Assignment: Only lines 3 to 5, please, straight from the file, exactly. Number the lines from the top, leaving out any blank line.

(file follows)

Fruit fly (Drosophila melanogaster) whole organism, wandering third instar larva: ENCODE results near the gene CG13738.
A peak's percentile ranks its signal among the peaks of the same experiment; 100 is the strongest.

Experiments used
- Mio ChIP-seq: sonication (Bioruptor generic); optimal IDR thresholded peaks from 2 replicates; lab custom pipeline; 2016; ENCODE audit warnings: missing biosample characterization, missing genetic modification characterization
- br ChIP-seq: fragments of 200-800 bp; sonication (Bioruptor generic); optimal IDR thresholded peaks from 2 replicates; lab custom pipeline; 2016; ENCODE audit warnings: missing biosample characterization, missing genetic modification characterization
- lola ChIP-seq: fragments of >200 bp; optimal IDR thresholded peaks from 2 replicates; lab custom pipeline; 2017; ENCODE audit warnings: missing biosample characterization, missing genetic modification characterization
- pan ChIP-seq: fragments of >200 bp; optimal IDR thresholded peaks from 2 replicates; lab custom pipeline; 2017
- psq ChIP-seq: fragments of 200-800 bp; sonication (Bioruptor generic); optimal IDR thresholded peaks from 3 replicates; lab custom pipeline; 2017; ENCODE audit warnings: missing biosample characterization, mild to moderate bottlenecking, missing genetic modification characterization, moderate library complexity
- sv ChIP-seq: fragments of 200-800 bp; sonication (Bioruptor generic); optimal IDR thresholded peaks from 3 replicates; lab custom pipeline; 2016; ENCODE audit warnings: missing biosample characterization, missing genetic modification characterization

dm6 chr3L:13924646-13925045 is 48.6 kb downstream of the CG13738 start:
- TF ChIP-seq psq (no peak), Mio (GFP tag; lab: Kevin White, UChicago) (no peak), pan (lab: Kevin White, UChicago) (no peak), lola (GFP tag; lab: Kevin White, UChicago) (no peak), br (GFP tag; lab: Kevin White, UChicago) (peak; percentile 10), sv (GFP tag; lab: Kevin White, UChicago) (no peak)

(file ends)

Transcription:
Experiments used
- Mio ChIP-seq: sonication (Bioruptor generic); optimal IDR thresholded peaks from 2 replicates; lab custom pipeline; 2016; ENCODE audit warnings: missing biosample characterization, missing genetic modification characterization
- br ChIP-seq: fragments of 200-800 bp; sonication (Bioruptor generic); optimal IDR thresholded peaks from 2 replicates; lab custom pipeline; 2016; ENCODE audit warnings: missing biosample characterization, missing genetic modification characterization